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Weave your own mini-Web

So here we are, living a little uneasily on the fault line between our print-based past and our electronic future. Something seismic is afoot but we can't quite put our finger on it. We were alarmed when the Internet arrived, but most teachers are still too busy surviving to go live on the Internet, bringing in a lesson on a wing, a prayer and a modem.

It's just that the Internet is so vast and, at times, too irrelevant for what teachers and students need in schools. However, it has given us one precious gift : the realisation that digitally stored information in the form of World Wide Web pages is going to be very important.

Some estimates say that 80 per cent of the information we hold will be stored in Web-page format by the year 2000. Think of a Web page as an electronic screen of information capable of showing text, graphics, and possibly sound and video, that can be linked to other pages using a process known as hypertext. If a word is blue and underlined you can click it and move to another page that shares a connection. Learning is about seeing "the interconnectedness of knowledge", so the Web page is a natural tool for teachers and learners to catalogue and connect the various parts of the curriculum.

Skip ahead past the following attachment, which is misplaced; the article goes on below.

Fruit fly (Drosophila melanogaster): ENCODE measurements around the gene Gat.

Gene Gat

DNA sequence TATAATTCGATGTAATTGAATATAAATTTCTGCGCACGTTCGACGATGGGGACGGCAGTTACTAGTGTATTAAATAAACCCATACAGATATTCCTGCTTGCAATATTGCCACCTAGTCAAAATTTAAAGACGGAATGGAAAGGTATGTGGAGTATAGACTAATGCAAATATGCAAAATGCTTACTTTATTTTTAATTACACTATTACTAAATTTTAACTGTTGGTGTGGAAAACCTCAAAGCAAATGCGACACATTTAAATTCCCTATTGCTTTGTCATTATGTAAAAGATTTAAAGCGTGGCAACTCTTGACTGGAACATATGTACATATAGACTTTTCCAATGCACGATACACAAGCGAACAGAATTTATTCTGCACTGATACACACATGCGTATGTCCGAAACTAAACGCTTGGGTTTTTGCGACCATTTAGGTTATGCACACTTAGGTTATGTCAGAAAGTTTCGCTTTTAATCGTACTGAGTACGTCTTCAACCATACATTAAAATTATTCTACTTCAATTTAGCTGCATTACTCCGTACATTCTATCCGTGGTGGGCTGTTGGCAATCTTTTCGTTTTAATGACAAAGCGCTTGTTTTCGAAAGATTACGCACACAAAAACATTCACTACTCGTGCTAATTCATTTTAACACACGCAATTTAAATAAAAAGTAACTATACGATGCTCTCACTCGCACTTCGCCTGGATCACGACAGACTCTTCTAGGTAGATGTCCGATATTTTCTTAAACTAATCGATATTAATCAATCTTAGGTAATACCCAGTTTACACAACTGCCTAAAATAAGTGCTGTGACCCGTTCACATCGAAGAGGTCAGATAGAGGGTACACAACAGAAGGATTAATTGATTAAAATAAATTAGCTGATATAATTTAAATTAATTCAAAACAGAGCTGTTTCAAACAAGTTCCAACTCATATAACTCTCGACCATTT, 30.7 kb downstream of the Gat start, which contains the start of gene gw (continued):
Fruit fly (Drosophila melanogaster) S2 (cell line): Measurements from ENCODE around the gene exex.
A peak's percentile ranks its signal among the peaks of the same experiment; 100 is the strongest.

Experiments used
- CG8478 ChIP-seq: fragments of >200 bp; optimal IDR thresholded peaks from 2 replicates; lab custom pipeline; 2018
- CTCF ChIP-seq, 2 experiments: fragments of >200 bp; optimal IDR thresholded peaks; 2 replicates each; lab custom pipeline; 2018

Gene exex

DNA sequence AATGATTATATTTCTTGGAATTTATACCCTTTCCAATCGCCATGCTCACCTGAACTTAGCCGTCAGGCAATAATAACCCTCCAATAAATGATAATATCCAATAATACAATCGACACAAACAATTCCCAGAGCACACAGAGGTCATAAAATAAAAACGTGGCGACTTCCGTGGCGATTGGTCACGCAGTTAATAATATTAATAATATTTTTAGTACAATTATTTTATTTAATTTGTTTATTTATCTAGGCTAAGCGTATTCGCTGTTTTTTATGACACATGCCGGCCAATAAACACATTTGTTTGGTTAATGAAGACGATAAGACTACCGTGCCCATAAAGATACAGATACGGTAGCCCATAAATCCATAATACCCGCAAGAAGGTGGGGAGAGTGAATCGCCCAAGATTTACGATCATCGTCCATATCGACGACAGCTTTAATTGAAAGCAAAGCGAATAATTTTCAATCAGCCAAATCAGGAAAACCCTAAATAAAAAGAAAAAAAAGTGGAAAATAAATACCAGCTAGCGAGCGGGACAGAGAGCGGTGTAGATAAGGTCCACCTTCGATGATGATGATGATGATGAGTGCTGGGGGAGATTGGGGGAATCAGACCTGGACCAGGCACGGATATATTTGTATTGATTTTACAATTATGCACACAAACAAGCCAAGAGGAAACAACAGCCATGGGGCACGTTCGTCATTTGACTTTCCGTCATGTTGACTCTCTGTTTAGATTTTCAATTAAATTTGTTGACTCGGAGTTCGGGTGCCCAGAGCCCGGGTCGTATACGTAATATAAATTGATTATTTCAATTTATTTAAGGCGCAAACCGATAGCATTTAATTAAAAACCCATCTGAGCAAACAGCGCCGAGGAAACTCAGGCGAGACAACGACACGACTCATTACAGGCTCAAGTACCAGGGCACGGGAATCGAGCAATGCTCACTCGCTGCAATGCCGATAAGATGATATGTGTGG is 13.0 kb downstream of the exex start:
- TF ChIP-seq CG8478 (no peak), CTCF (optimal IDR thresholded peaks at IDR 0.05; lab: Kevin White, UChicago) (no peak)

Many schools are already building an internal collection of Web pages to share curriculum resources, display student work, and provide administration details on class groups and timetables. Such resources are known as "intranets". Think of these as mini "internal Internets" made up of linked Web pages over which the school has total control. Think of them as inland waterways with locks to oceans of knowledge. The pages that staff and students make and share within schools may well be as important as anything outside.

There is also the information law of "geographic proximity". What lies on an Internet server somewhere out in California might be diverting, but it's what the teacher in the next classroom knows but won't or can't tell you that's compelling, the sort of information you'd kill for.

Imagine if all your old Banda masters were Web pages that you could scrutinise and print out instantly. Or if all the end-of-term tests were on the network and all the rudiments of every subject were available anywhere on the school network. Imagine if the whole national curriculum was on your intranet so that you could cut and paste it into your departmental handbook before the inspection team from the Office for Standards in Education (OFSTED) arrives. You might even want to build some cross-curricular links between subjects as hypertext links.

This is a reality at the Fallibroome High School in Macclesfield, where even end-of-module exams are multiple-choice tests stored as Web pages on the school intranet. Students log on and complete the test, and then a script written by the network manager, Nick Aymes, "automarks" their work and turns the results into a database in Access. Work smarter not just harder, as the advert goes. Nick runs his intranet over a 150-machine network and favours a Novel Netware network for speed of use.